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You might think that for a doctor to look at where certain molecules or drugs are within your body, they would have to cut you open or take samples from your body – well you’d be wrong. Welcome to the world of molecular imaging. On this evening our three wonderful speakers will show you how they use radioactivity to not only look at molecules inside us, but at how they can affect our bodies.
A light-bulb moment: detecting disease with radioactivity
Long before anatomical changes, diseases can activate subtle molecular processes that can play a key role for early diagnosis, but are far more difficult to detect. Radioactivity can help us to visualise biological processes otherwise invisible to the human eye. Join us for a fascinating journey into radioactive molecules and how we can use them to ‘switch on the light’ and see what’s happening inside our bodies.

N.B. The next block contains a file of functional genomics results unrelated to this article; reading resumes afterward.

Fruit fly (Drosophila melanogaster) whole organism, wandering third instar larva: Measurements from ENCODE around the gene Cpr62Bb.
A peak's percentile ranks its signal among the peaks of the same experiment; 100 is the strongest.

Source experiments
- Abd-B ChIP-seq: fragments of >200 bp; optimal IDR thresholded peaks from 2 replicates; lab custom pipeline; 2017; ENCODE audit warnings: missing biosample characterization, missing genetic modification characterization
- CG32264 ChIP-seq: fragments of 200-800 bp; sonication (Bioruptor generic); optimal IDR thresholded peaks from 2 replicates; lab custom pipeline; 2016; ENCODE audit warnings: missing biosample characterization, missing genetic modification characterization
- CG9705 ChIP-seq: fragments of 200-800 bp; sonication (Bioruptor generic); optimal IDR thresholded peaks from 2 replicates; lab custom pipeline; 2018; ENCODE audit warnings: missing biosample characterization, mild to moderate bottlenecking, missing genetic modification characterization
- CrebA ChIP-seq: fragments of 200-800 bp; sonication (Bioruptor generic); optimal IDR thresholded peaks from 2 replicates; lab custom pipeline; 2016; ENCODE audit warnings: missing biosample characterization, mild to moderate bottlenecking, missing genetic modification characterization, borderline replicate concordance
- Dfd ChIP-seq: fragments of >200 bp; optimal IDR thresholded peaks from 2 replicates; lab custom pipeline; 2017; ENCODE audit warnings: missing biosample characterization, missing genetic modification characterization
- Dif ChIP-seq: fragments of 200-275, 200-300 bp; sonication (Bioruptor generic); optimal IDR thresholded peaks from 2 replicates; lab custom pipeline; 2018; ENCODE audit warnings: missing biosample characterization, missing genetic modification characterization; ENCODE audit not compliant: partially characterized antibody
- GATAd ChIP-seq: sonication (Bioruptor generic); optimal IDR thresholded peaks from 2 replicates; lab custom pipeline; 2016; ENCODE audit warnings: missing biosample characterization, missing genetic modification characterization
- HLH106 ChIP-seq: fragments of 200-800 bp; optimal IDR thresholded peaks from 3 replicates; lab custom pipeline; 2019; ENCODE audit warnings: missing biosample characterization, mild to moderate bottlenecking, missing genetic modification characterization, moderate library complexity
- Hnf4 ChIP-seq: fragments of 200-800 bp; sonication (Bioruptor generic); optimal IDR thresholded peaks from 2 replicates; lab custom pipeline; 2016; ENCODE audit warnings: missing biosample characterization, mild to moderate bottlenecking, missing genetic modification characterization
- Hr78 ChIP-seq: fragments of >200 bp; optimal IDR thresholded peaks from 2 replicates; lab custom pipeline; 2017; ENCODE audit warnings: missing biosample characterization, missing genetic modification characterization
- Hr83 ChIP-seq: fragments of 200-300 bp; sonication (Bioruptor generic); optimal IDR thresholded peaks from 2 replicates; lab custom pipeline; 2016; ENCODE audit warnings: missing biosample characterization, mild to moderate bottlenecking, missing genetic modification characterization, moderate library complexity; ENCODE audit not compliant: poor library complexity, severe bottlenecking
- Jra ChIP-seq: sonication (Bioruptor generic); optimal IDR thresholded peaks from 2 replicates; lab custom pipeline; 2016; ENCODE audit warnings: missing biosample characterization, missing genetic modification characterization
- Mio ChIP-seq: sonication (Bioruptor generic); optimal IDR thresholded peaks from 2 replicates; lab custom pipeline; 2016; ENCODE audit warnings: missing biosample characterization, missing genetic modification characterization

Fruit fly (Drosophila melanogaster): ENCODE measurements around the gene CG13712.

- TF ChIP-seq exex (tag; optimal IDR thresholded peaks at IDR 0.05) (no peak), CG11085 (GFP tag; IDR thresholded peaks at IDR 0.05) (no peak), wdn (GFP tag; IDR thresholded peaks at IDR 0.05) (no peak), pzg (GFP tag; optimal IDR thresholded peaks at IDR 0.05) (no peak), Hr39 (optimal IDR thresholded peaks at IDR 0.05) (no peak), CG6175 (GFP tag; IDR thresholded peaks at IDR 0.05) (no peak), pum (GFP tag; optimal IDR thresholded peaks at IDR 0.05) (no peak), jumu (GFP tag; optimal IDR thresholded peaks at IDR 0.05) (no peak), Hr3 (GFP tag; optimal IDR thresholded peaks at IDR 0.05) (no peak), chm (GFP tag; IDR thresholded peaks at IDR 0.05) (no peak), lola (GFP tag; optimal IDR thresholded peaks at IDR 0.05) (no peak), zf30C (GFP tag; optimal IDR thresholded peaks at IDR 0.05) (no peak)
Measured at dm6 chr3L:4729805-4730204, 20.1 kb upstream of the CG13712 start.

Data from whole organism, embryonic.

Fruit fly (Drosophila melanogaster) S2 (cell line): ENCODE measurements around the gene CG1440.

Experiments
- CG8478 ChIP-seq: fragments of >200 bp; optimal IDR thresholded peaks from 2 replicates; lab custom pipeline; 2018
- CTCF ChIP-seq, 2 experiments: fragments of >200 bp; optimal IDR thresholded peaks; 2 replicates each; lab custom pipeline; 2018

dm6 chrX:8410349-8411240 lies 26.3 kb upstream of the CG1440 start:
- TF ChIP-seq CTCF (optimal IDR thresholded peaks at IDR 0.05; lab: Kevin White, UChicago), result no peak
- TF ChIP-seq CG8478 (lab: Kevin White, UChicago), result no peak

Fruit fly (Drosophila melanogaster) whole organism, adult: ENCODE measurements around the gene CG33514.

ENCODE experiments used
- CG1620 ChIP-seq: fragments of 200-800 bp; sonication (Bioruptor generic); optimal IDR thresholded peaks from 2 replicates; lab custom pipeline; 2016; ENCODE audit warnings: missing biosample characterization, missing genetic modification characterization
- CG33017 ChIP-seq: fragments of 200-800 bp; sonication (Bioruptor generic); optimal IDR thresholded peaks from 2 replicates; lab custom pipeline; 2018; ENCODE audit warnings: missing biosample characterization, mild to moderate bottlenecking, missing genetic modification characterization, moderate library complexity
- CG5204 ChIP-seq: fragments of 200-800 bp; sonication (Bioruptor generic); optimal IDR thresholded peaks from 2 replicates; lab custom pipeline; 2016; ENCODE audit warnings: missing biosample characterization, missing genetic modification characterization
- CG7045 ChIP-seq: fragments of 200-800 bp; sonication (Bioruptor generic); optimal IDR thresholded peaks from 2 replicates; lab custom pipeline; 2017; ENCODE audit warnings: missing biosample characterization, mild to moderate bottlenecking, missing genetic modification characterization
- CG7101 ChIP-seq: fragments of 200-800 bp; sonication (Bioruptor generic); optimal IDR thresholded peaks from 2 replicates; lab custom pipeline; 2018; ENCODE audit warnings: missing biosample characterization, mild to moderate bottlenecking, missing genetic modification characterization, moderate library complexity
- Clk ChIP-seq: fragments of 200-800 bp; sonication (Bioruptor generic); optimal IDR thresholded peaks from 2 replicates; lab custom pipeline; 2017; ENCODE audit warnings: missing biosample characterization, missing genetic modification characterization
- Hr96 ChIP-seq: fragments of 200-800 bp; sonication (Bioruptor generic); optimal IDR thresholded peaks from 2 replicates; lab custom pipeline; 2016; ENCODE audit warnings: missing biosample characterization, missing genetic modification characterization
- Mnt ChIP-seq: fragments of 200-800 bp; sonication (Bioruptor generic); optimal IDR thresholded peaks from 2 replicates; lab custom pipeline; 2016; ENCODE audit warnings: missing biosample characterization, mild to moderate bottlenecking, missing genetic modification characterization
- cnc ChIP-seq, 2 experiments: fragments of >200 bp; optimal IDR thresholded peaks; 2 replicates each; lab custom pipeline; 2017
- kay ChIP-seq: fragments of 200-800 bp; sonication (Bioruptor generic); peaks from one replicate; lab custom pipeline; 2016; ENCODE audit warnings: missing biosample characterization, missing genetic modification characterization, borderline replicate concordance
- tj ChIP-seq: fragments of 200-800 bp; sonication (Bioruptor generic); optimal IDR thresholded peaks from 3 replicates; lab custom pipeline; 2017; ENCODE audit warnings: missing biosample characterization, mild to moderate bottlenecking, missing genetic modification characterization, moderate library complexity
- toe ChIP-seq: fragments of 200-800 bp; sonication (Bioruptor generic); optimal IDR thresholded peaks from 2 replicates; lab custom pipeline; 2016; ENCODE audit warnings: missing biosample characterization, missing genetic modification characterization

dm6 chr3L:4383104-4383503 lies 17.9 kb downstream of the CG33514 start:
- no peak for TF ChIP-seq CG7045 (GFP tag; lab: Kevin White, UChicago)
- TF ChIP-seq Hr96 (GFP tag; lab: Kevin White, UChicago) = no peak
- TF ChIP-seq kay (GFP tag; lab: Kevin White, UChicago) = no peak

Predicting the future with molecular imaging
Dr Richard Southworth (Senior Lecturer in Cardiac Molecular Imaging)
Rick started life as a cardiovascular biologist, but over the last 15 years has slowly mutated into a molecular imaging scientist. This may be due to the large amounts of radioactivity that he works with. Tonight, if you pay him sufficient beer, he will describe to you how new molecular imaging technologies may be able to detect disease earlier than ever before, how ironically this may actually be a problem for today’s cancer patients, and what he proposes to do about it.
Where do drugs go inside your body?
Dr Rafael T. M. de Rosales (Senior Lecturer in Imaging Chemistry)
Ever wondered where all these drugs and medicines actually go inside your body? Rafa is a chemist that develops methods to label drugs with radioactivity to allow us to see their location inside the body! From the medicinal to the recreational; over the course of his talk he will not only show you how to track these drugs internally, but also how better drugs can be designed - and whether one day we will be able to predict which patients will benefit from the drugs and who will not.